December 13, 2014
23andMe Genetic Testing Approved In Britain
People in Britain can find out more about their DNA than people in the United States. Note to the FDA: I do not think you are protecting me by preventing me from seeing a profile of small changes in disease risks due to lots of single letters in my genome. I know you guys are immune to criticism. But I really wish that was not the case.
The UK regulatory approval means Brits can do what Canadians already can do: get lots of disease risk information about genetic results. The vast majority of genetically caused changes in disease risks are very small. So you are unlikely to find out from 23andme that you absolutely will get a specific disease in the future.
As the impacts of more genetic variants become known your own genetic testing results will become more personally useful. For example, I expect nutritional genomics to turn up genetic variants that indicate who has the right amounts of liver detoxifying enzymes to enable them to safely eat specific foods. Ditto for variants in enzymes and receptors that affect how our metabolism responds to different diets. We are not all equally well adapted to eating the same foods.
We would be better off if more people could know more things about their genomes. Then more people would pay (where allowed) to be tested. Then those of us who volunteer our health and genetic data to researchers could speed up the rate of discovery of genetic factors that influence health and other attributes.
Randall Parker, 2014 December 13 11:51 AM
I totally agree with you about FDA vs 23andMe. My husband and I got our 23andMe kits a year ago, after the FDA shut down 23andMe's health feature.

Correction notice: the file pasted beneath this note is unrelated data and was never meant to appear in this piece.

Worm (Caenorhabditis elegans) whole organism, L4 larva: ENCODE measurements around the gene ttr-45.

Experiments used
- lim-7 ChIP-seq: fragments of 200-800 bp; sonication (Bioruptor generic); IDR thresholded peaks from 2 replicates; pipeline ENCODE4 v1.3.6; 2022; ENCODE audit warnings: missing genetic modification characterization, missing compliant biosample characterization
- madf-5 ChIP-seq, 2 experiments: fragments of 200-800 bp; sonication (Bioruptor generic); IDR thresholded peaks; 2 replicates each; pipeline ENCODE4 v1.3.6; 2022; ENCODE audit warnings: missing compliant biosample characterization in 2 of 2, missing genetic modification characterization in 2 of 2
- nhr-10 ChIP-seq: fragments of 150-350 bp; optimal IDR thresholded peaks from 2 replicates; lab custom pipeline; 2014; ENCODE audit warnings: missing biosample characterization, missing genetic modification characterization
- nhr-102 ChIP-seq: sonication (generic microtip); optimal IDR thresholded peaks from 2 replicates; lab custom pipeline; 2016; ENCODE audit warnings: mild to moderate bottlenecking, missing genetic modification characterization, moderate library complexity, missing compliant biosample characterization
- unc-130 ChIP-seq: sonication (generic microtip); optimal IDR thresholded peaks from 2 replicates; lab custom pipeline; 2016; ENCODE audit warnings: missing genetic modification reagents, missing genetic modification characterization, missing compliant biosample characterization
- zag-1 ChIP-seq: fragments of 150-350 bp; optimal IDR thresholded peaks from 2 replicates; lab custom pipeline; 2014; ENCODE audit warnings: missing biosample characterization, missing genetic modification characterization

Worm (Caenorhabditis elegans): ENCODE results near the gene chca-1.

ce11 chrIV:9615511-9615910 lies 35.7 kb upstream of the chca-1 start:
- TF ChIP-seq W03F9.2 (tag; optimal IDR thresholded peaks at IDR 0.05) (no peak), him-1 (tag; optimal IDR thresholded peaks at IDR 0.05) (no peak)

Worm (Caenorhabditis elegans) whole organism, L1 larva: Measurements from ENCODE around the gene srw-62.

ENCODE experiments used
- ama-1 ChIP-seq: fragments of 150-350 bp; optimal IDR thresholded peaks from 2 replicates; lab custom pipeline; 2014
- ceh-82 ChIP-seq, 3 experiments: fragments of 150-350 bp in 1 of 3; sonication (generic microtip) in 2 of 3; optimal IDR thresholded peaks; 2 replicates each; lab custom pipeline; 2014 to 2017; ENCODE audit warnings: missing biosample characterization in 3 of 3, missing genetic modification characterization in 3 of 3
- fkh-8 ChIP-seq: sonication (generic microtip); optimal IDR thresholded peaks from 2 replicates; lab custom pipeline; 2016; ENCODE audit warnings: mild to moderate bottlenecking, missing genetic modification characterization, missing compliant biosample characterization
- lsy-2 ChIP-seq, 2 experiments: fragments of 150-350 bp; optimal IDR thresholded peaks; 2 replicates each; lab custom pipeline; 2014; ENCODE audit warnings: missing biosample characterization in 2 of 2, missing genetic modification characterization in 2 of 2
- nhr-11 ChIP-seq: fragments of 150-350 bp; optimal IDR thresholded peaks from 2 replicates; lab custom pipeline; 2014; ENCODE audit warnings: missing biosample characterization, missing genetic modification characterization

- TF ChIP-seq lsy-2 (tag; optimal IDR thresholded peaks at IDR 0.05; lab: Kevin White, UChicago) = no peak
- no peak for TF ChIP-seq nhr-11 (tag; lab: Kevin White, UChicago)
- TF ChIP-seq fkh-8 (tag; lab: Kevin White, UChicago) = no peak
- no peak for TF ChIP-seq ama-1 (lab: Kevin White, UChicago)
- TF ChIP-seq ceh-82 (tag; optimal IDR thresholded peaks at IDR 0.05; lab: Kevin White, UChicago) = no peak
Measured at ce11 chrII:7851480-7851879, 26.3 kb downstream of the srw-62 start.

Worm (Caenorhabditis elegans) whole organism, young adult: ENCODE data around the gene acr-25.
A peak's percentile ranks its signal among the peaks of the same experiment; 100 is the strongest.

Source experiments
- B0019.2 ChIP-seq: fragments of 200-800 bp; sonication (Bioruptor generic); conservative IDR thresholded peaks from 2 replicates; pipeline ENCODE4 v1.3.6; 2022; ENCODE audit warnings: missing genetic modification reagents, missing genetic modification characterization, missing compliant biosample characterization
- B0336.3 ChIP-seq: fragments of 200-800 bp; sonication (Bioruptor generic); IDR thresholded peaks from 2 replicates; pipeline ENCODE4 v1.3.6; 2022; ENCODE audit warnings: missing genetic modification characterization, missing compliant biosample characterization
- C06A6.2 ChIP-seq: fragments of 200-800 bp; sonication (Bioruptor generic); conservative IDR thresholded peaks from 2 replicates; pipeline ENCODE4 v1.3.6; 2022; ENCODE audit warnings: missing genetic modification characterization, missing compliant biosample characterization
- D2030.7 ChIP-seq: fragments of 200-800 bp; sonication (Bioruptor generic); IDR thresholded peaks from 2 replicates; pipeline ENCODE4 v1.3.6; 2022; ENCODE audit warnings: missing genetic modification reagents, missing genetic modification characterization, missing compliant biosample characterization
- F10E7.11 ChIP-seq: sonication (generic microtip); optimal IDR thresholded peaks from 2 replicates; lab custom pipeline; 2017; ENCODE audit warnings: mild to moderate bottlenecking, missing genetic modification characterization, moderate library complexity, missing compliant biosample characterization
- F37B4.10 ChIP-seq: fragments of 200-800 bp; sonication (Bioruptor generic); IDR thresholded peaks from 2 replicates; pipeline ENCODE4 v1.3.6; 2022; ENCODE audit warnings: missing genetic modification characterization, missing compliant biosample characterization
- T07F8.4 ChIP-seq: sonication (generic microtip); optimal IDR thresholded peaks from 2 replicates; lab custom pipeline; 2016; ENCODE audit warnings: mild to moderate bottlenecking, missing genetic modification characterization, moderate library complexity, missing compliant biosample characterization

So we ran our raw data through Promethease (for $5), which apparently gives you basically the same sort of health reporting. It matches your SNPs to articles on SNPedia, an ongoing wiki project. Do you have a SNP associated with increased risk of breast cancer? (There are of course a bunch of them, and a bunch that are associated with a decreased risk). Do you have a SNP associated with +6 IQ points? With autism? With losing weight on a low fat or low carb diet? Any kind of exercise or HIIT? The scientific literature on associations between specific SNPs and phenotypes is growing, and Promethease allows you to run your 23andMe raw data through a program that is continually updated as new research on SNPs is published.
With the 23andMe raw data, we were able to determine that I was not a carrier for Cystic Fibrosis, and a number of other major genetic illnesses. This saved us $600 on prenatal carrier screening.
Here's an article about research claiming to predict what kind of diet or exercise will work best for you, based on a handful of associated SNPs (Provides an interesting perspective on the low fat vs low carb diet debate. It seems that the answer on what diet is best depends on your ancestry.)